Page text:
- Keywords > compulsory licences
- Keywords > globalization
- Keywords > innovation and intellectual property
- Keywords > Intellectual Property Rights (IPR)
- Keywords > patent system
- Keywords > patentability criteria - policy options
- Keywords > trade and innovation
- Keywords > Trade Related Aspects of the Intellectual Property Rights (TRIPS)
- Keywords > TRIPS flexibilities
- Keywords > Uruguay Round
(1998; 97 pages) [French] [Spanish]
Article 30 of the Agreement allows “exceptions to the exclusive rights” of the patent holder. This is the situation in which a person can use the patent object with no need to ask the authorization of the holder and without being in an illegal situation. Those exceptions are national legal exceptions and therefore need to be set out in the national patent law.
By virtue of Article 30:
“Members may provide limited exceptions to the exclusive rights conferred by a patent, provided that such exceptions do not unreasonably conflict with a normal exploitation of the patent and do not unreasonably prejudice the legitimate interests of the patent owner, taking account of the legitimate interests of third parties.”
It appears from the reading of Article 30 that these exceptions are subject to three following conditions:
• They must be limited. The authors of the Agreement have attempted to avoid an uncontrolled proliferation of the number of exceptions.
• They must be duly justified; and
• They must not unreasonably affect the patentee’s legitimate interests. The aim is to strike a balance between the interests of third parties (which are the grounds for the existence of the exception) and the interests of the patentee.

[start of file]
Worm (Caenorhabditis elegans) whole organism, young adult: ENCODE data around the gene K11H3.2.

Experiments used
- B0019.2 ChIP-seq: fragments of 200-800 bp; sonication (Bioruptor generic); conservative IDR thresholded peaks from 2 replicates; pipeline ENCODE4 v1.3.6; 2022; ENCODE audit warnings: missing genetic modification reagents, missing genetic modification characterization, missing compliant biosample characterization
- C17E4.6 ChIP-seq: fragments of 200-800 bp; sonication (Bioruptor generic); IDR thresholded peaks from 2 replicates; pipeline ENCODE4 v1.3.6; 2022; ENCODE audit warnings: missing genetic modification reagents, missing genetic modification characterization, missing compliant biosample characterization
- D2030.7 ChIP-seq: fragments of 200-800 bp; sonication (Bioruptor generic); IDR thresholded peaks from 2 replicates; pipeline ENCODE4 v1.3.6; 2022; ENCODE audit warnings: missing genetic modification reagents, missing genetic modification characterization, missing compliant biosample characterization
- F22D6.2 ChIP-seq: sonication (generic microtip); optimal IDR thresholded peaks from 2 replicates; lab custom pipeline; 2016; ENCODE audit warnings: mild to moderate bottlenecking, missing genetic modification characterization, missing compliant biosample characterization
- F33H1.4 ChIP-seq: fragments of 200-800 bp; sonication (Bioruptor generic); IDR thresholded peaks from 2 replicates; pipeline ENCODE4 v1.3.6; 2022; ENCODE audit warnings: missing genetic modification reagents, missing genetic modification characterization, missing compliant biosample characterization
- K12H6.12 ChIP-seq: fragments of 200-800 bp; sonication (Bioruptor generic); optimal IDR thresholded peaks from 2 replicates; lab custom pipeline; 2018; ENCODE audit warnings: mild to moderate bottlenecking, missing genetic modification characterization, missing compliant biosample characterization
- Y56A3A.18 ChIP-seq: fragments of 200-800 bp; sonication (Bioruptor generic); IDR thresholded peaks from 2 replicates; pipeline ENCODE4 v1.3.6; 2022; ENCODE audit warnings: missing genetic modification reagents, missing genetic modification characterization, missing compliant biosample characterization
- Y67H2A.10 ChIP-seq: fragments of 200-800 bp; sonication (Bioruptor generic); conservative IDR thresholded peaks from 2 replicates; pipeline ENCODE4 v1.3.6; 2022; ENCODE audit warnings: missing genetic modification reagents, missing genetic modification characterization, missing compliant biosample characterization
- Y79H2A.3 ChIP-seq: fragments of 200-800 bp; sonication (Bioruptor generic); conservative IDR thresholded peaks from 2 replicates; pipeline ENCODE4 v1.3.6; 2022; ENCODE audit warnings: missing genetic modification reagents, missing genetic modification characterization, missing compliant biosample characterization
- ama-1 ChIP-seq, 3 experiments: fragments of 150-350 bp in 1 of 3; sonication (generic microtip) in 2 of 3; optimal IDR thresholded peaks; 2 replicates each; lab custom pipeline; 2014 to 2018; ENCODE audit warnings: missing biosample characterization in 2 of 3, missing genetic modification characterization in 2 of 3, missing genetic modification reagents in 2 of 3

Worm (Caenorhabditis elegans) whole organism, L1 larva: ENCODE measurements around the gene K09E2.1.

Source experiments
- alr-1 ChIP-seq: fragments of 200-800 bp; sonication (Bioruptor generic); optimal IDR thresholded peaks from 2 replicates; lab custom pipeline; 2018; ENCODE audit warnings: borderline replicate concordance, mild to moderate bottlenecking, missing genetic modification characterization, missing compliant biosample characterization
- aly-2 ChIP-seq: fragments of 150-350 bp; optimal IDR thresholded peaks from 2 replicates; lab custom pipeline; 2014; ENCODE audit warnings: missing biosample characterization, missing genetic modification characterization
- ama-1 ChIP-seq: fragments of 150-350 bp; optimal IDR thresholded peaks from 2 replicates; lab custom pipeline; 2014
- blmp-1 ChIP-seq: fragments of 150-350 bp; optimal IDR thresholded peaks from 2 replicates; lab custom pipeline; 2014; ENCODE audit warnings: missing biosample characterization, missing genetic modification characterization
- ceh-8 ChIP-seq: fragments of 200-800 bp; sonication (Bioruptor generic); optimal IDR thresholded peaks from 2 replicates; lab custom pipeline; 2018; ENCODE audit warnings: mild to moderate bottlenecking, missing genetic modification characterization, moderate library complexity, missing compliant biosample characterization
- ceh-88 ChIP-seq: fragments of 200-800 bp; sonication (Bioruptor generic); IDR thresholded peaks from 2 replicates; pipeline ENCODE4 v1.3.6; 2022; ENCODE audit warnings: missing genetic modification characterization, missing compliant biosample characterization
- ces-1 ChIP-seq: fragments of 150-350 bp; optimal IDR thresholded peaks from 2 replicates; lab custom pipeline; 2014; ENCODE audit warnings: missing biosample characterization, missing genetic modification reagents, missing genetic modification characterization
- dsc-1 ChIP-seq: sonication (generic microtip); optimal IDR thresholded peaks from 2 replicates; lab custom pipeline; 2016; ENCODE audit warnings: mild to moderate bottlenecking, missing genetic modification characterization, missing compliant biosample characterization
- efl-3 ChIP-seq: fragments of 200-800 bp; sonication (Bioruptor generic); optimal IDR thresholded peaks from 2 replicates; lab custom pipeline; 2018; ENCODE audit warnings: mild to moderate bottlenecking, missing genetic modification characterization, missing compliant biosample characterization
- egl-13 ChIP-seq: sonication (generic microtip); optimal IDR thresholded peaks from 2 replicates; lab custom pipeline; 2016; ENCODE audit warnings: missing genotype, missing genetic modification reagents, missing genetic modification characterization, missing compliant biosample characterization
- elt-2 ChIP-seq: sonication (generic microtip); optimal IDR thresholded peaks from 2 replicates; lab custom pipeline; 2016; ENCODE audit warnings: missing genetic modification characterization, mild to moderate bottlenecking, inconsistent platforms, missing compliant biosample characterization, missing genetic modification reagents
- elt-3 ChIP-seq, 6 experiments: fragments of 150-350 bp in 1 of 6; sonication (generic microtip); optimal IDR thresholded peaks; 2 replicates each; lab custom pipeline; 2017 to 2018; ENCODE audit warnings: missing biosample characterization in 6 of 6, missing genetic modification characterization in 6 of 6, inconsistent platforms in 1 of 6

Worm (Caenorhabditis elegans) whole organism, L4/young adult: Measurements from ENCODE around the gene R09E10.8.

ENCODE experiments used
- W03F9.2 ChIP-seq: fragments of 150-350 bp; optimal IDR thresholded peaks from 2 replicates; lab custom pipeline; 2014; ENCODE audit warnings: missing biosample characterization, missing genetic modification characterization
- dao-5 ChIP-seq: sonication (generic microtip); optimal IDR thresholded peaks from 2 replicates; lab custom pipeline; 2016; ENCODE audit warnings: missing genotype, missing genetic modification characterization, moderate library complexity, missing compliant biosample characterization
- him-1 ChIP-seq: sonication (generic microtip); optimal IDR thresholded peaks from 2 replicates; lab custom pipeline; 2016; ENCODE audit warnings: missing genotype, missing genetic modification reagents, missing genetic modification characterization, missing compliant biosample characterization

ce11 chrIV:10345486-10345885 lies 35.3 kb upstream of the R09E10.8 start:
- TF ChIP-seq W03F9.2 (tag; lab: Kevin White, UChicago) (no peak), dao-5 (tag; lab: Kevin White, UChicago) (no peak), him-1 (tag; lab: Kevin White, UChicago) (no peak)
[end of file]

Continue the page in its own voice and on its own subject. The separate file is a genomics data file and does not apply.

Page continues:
Apart from these three types of restriction, whose interpretation is within the WTO’s remit, Member States are left a considerable margin of latitude for implementing the Agreement through national legislation. The Article does not spell out the different grounds on which Member States may base their exceptions, nor the precise cases that can be the subject of such exception to the monopoly. A number of exceptions meeting the foregoing three conditions could be envisaged. Articles 7 and 8 of the Agreement, in particular, merit consideration.
Article 7: Objectives
“The protection and enforcement of intellectual property rights should contribute to the promotion of technological innovation and to the transfer and dissemination of technology, to the mutual advantage of producers and users of technological knowledge and in a manner conducive to social and economic welfare, and to a balance of rights and obligations” (authors’ emphasis).
Article 8: Principles
“1. Members may, in formulating or amending their laws and regulations, adopt measures necessary to protect public health and nutrition, and to promote the public interest in sectors of vital importance to their socio-economic and technological development, provided that such measures are consistent with the provisions of this Agreement (authors’ emphasis).
2. Appropriate measures, provided that they are consistent with the provisions of this Agreement, may be needed to prevent the abuse of intellectual property rights by right holders or the resort to practices which unreasonably restrain trade or adversely affect the international transfer of technology” (authors’ emphasis).
Both the promotion and the transfer of technology, as well as public health or nutrition could justify derogation of the patentee’s exclusive rights. Scrutiny of the exceptions existing in much national legislation gives an idea of the different possibilities (Correa, 1997):
- parallel importation of the protected product;
- acts carried out on a private basis and for non-commercial purposes;
- scientific research and experiments involving the patented invention;
- preparation of drugs by unit and on medical prescription in pharmacy dispensaries;
- a person being, in good faith, already in possession of the invention covered by the patent;
- tests carried out before the expiry of the patent to establish the bio-equivalence of a generic drug.
This last exception is at present the subject of consultations under the WTO dispute settlement system between the European Union and Canada, as Canadian legislation allows generics manufacturers to carry out experiments and tests required to obtain marketing approval, and also to manufacture and stockpile copies of patented products, before the relevant patents expire.